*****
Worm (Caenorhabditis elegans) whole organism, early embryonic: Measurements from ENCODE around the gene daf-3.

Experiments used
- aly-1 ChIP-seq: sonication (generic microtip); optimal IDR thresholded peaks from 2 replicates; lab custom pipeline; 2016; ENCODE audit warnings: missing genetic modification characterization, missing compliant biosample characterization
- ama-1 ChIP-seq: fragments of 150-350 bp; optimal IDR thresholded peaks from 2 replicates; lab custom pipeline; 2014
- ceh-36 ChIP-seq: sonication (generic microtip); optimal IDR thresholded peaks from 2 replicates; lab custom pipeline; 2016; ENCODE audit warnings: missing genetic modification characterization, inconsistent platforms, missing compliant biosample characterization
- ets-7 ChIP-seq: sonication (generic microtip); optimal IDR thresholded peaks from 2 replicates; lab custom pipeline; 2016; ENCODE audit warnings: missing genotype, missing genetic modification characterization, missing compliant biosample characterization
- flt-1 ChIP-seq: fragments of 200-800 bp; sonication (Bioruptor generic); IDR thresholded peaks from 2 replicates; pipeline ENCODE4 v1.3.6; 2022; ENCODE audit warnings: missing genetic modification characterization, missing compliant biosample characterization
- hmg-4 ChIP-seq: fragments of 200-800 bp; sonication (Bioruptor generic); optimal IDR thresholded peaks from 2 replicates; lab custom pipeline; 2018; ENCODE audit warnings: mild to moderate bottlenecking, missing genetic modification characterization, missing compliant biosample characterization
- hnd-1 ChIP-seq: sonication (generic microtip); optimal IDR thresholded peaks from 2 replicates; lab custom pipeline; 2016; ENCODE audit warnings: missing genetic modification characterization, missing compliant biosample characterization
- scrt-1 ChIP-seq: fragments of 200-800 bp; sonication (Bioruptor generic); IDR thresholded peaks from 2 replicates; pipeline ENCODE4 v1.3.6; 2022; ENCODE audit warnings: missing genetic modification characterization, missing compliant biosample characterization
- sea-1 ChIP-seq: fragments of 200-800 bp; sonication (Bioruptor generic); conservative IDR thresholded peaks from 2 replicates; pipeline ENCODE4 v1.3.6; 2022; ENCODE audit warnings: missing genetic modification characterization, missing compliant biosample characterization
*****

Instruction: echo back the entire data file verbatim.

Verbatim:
Worm (Caenorhabditis elegans) whole organism, early embryonic: Measurements from ENCODE around the gene daf-3.

Experiments used
- aly-1 ChIP-seq: sonication (generic microtip); optimal IDR thresholded peaks from 2 replicates; lab custom pipeline; 2016; ENCODE audit warnings: missing genetic modification characterization, missing compliant biosample characterization
- ama-1 ChIP-seq: fragments of 150-350 bp; optimal IDR thresholded peaks from 2 replicates; lab custom pipeline; 2014
- ceh-36 ChIP-seq: sonication (generic microtip); optimal IDR thresholded peaks from 2 replicates; lab custom pipeline; 2016; ENCODE audit warnings: missing genetic modification characterization, inconsistent platforms, missing compliant biosample characterization
- ets-7 ChIP-seq: sonication (generic microtip); optimal IDR thresholded peaks from 2 replicates; lab custom pipeline; 2016; ENCODE audit warnings: missing genotype, missing genetic modification characterization, missing compliant biosample characterization
- flt-1 ChIP-seq: fragments of 200-800 bp; sonication (Bioruptor generic); IDR thresholded peaks from 2 replicates; pipeline ENCODE4 v1.3.6; 2022; ENCODE audit warnings: missing genetic modification characterization, missing compliant biosample characterization
- hmg-4 ChIP-seq: fragments of 200-800 bp; sonication (Bioruptor generic); optimal IDR thresholded peaks from 2 replicates; lab custom pipeline; 2018; ENCODE audit warnings: mild to moderate bottlenecking, missing genetic modification characterization, missing compliant biosample characterization
- hnd-1 ChIP-seq: sonication (generic microtip); optimal IDR thresholded peaks from 2 replicates; lab custom pipeline; 2016; ENCODE audit warnings: missing genetic modification characterization, missing compliant biosample characterization
- scrt-1 ChIP-seq: fragments of 200-800 bp; sonication (Bioruptor generic); IDR thresholded peaks from 2 replicates; pipeline ENCODE4 v1.3.6; 2022; ENCODE audit warnings: missing genetic modification characterization, missing compliant biosample characterization
- sea-1 ChIP-seq: fragments of 200-800 bp; sonication (Bioruptor generic); conservative IDR thresholded peaks from 2 replicates; pipeline ENCODE4 v1.3.6; 2022; ENCODE audit warnings: missing genetic modification characterization, missing compliant biosample characterization